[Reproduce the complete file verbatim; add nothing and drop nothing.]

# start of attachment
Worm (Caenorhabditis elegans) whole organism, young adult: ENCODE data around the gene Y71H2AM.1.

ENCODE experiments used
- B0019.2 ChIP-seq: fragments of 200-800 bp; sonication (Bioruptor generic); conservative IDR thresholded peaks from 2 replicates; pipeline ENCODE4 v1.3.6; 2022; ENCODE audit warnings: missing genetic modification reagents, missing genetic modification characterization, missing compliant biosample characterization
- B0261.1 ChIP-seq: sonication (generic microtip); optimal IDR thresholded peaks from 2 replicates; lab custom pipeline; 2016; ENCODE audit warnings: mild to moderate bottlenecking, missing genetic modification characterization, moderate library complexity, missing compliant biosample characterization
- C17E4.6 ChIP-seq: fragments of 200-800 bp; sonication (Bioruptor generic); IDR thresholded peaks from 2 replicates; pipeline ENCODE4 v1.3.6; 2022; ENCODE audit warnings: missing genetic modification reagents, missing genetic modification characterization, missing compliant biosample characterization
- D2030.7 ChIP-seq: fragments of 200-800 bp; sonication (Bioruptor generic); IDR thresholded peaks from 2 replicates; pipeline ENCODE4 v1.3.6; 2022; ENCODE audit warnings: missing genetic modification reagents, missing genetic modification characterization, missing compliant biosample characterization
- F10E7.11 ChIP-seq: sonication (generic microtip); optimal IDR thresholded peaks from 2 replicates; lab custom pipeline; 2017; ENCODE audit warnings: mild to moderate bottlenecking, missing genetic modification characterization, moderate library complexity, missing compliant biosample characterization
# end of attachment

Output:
Worm (Caenorhabditis elegans) whole organism, young adult: ENCODE data around the gene Y71H2AM.1.

ENCODE experiments used
- B0019.2 ChIP-seq: fragments of 200-800 bp; sonication (Bioruptor generic); conservative IDR thresholded peaks from 2 replicates; pipeline ENCODE4 v1.3.6; 2022; ENCODE audit warnings: missing genetic modification reagents, missing genetic modification characterization, missing compliant biosample characterization
- B0261.1 ChIP-seq: sonication (generic microtip); optimal IDR thresholded peaks from 2 replicates; lab custom pipeline; 2016; ENCODE audit warnings: mild to moderate bottlenecking, missing genetic modification characterization, moderate library complexity, missing compliant biosample characterization
- C17E4.6 ChIP-seq: fragments of 200-800 bp; sonication (Bioruptor generic); IDR thresholded peaks from 2 replicates; pipeline ENCODE4 v1.3.6; 2022; ENCODE audit warnings: missing genetic modification reagents, missing genetic modification characterization, missing compliant biosample characterization
- D2030.7 ChIP-seq: fragments of 200-800 bp; sonication (Bioruptor generic); IDR thresholded peaks from 2 replicates; pipeline ENCODE4 v1.3.6; 2022; ENCODE audit warnings: missing genetic modification reagents, missing genetic modification characterization, missing compliant biosample characterization
- F10E7.11 ChIP-seq: sonication (generic microtip); optimal IDR thresholded peaks from 2 replicates; lab custom pipeline; 2017; ENCODE audit warnings: mild to moderate bottlenecking, missing genetic modification characterization, moderate library complexity, missing compliant biosample characterization